Hafer Park
Members of the Edmond City Council discussed development ideas for the 22-acre property south of E.C. Hafer Park during a meeting Monday, July 11, 2022. (Joe Tomlinson)

Derek Smithee, chairman of the Edmond Land Conservancy, delivered a presentation during Monday’s Edmond City Council meeting in which he discussed ideas that have emerged from a work group focused on plans for the 22-acre piece of land south of E.C. Hafer Park which Edmond voters agreed purchase via sales tax increase in October.

Throughout the brainstorming process, the work group has called the land “the preserve,” Smithee said.

“We got tired of calling it ‘that 22 acres,'” Smithee told the council. “That kind of captures the idea of what it should be. Ultimately, what it is called will be up to you, but ‘the preserve’ seemed like a good working name.”

Smithee said the work group — assembled by Edmond Land Conservancy — wants nature to be the focus of the new park.

“Hafer Park is kind of people first, nature second,” Smithee said. “We want this park to be nature first and people second.”

In order to avoid constructing buildings on the preserve, the work group envisions a footbridge from Hafer Park, crossing over the Spring Creek floodplain.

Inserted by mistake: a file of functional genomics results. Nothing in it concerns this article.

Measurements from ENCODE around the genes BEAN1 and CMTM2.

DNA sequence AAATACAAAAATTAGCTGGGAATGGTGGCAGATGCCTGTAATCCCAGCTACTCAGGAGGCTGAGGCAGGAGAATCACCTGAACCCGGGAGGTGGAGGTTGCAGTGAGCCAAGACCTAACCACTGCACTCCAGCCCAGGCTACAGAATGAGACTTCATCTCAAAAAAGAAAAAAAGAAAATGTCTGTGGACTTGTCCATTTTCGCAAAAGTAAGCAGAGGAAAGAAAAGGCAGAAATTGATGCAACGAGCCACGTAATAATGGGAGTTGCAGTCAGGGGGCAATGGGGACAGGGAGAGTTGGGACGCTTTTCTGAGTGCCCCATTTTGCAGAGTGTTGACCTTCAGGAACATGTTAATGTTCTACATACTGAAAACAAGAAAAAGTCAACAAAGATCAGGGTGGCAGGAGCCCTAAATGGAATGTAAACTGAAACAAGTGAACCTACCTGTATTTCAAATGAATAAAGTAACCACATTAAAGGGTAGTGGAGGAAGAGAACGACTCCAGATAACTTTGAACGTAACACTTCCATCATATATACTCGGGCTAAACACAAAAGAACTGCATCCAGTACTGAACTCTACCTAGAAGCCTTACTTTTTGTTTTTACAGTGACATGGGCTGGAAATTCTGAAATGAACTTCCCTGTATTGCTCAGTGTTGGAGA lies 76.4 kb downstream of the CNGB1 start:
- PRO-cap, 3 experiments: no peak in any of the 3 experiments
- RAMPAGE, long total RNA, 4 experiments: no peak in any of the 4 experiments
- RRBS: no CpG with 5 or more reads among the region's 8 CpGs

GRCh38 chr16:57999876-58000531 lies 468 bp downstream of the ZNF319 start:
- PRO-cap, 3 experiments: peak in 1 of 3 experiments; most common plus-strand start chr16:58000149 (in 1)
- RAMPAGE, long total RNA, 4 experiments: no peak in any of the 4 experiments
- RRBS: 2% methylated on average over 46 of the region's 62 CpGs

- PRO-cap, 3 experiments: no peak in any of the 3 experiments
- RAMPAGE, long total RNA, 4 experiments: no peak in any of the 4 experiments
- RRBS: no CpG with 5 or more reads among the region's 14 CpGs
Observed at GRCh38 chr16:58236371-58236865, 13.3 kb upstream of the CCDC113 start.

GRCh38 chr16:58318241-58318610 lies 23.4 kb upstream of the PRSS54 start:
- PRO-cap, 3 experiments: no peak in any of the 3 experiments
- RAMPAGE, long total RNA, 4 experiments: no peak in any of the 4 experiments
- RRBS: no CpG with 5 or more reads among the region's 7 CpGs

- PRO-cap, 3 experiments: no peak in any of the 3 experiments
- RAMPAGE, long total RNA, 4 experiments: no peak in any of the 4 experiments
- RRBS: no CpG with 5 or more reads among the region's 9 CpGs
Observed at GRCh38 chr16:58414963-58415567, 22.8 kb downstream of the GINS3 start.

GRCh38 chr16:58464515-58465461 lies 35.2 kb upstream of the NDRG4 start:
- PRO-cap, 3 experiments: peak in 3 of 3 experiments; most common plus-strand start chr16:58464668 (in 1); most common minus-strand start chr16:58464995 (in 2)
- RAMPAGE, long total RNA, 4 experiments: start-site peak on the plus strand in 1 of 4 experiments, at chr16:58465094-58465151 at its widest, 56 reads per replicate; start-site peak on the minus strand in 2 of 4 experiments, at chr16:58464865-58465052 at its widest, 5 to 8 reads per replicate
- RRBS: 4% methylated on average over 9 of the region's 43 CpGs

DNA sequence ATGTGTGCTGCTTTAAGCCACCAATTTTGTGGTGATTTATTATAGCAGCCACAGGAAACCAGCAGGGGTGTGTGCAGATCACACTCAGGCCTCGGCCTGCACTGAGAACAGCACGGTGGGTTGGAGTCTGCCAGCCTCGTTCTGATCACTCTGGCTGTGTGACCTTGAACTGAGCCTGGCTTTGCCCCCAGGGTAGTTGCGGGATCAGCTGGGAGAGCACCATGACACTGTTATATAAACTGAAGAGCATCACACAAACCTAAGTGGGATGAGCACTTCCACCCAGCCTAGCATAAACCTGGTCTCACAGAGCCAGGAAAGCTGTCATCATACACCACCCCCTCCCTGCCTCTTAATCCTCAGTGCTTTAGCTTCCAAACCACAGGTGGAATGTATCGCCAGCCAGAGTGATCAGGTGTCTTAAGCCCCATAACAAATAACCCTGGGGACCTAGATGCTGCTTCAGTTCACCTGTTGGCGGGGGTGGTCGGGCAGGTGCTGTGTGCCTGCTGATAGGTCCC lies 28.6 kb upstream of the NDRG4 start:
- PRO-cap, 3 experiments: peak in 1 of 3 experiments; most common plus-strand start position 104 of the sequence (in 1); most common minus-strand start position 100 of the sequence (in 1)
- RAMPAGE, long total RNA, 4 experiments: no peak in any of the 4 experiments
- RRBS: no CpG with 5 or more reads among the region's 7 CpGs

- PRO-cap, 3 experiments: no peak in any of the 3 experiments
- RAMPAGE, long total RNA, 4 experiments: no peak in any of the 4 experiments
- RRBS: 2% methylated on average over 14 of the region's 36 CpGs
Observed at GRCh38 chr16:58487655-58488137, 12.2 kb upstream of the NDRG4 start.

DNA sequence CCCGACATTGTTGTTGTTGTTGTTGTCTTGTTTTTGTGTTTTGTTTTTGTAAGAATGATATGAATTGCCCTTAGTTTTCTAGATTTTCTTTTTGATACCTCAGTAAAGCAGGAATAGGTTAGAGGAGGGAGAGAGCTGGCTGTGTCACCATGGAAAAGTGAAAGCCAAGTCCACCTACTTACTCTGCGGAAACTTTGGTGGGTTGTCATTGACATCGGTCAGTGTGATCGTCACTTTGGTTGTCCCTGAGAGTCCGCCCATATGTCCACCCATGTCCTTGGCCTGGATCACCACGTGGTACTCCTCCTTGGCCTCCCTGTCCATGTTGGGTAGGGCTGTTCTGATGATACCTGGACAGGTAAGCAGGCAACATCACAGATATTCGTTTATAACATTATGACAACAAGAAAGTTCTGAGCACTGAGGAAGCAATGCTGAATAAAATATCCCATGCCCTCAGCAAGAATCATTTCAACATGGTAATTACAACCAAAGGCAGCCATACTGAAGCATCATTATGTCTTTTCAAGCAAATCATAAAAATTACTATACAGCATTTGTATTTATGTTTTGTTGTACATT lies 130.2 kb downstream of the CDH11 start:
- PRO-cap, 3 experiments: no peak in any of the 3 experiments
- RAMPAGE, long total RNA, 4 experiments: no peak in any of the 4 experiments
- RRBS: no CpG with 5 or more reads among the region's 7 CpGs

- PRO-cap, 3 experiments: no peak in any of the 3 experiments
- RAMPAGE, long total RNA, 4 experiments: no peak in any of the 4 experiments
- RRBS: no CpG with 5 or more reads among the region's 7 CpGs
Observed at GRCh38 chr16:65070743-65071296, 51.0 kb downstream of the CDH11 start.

“We really like the idea of utilizing the existing infrastructure at Hafer Park — restrooms, water fountains, parking — and that way the preserve doesn’t have to eat up some of the preserve’s limited land with those things,” Smithee said. “But to access Hafer Park, you’ve got to have some sort of bridge.”

The work group received a broad estimate of $400,000 to $700,000 for the bridge. The budget for the entire park project is currently estimated around $1.4 million.

Taylor Hildenbrand, a member of the work group who also serves on Edmond’s Park and Recreation Advisory Board, said the ideas on the project are still “very draft.”

“Nothing is set in stone, but we’re just trying to figure out a way for people to use their feet to access the site,” Hildenbrand said.

The work group has also discussed a trail system for the park.

“There is always ADA considerations, because we want to have it accessible and available for all citizens to enjoy. It may be an improved trail loop with some spurs that are unimproved trails, we don’t know,” Smithee said. “Those are the kinds of things we are going to be working on.”

An ecological assessment is also required for the park plan to move forward, as the land is under a conservation easement. The work group will meet monthly to discuss next steps on the park’s progress.

Edmond residents voted to purchase land next to Hafer Park

Edmond voters approved a 12-month 0.25-cent sales tax increase during an Oct. 12, 2021 special election to fund the purchase of the 22 acres south of Hafer Park.

The sales tax increase went into effect Jan. 1, 2022 and runs through Dec. 31, 2022. It is expected to generate around $5 million for the city. The land purchase will cost around $4 million, and additional revenue will go to cleanup on the property and other city park services.